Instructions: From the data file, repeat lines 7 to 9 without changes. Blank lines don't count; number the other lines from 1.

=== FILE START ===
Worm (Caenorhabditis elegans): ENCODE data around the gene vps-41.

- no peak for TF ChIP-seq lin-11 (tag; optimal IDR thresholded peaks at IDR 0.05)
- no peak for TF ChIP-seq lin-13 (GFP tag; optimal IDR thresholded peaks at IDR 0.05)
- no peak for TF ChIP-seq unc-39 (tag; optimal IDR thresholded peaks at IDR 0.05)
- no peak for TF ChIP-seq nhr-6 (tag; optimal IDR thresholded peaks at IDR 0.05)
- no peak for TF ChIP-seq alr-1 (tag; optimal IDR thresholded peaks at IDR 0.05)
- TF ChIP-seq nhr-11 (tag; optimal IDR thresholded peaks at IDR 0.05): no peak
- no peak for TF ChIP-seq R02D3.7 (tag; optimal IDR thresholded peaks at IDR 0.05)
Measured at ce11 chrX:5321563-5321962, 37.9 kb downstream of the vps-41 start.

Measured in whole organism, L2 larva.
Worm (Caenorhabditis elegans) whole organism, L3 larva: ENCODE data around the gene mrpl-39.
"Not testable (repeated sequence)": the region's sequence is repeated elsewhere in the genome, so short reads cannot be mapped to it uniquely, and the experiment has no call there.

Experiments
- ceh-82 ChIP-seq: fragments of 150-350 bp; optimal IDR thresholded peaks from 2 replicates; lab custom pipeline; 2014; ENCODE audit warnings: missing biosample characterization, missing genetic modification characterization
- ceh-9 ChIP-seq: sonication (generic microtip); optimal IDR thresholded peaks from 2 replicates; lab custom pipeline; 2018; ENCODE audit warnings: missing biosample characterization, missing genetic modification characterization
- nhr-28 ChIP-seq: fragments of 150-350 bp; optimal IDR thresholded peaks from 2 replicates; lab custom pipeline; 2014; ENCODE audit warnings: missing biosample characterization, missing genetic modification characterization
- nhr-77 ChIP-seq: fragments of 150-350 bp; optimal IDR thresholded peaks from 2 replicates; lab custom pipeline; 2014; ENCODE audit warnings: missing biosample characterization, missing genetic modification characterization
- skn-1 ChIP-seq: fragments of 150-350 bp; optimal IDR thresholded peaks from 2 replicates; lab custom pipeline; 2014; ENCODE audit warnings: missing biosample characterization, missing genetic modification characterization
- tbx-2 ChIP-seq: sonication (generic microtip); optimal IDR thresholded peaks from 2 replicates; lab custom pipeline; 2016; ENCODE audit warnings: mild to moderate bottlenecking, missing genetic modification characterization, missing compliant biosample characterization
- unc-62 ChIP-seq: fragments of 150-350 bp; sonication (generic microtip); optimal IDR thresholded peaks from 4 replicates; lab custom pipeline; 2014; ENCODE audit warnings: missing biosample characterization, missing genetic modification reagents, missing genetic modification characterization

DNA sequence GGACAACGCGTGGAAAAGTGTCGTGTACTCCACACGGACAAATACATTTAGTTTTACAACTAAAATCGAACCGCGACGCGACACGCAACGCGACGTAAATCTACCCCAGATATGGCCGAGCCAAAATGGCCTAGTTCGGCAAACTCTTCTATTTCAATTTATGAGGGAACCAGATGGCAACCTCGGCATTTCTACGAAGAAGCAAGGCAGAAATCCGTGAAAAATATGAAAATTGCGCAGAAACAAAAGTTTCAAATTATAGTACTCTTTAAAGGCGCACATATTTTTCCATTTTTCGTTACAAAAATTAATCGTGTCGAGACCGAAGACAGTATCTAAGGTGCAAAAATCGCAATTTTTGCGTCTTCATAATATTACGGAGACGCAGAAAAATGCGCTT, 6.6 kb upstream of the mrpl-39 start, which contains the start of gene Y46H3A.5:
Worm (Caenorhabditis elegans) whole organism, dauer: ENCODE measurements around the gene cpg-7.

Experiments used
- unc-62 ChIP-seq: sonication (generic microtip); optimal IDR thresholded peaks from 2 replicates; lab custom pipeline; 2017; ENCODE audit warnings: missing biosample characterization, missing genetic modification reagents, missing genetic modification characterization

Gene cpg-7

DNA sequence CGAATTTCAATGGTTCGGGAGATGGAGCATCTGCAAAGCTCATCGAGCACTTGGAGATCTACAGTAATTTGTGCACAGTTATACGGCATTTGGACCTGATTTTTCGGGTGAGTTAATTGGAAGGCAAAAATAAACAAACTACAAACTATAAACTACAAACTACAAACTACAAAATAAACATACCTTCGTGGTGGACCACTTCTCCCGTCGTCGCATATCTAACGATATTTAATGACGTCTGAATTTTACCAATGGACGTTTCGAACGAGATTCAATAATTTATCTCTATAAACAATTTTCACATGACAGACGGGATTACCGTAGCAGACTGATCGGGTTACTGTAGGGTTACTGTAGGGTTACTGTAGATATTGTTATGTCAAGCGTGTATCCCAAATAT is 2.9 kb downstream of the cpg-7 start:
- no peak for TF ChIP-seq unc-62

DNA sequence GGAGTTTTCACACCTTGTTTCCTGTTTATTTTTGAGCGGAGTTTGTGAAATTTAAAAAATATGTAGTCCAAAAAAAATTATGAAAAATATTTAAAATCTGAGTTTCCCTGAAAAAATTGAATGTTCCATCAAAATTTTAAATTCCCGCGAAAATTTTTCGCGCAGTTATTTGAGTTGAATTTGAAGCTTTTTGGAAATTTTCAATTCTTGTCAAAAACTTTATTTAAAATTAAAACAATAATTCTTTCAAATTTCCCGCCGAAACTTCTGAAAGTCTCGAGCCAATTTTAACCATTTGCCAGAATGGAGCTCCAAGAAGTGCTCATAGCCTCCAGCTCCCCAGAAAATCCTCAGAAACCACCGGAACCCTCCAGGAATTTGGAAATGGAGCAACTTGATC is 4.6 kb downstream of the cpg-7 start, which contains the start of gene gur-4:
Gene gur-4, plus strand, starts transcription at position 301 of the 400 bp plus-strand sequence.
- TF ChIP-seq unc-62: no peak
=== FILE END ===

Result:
- TF ChIP-seq nhr-11 (tag; optimal IDR thresholded peaks at IDR 0.05): no peak
- no peak for TF ChIP-seq R02D3.7 (tag; optimal IDR thresholded peaks at IDR 0.05)
Measured at ce11 chrX:5321563-5321962, 37.9 kb downstream of the vps-41 start.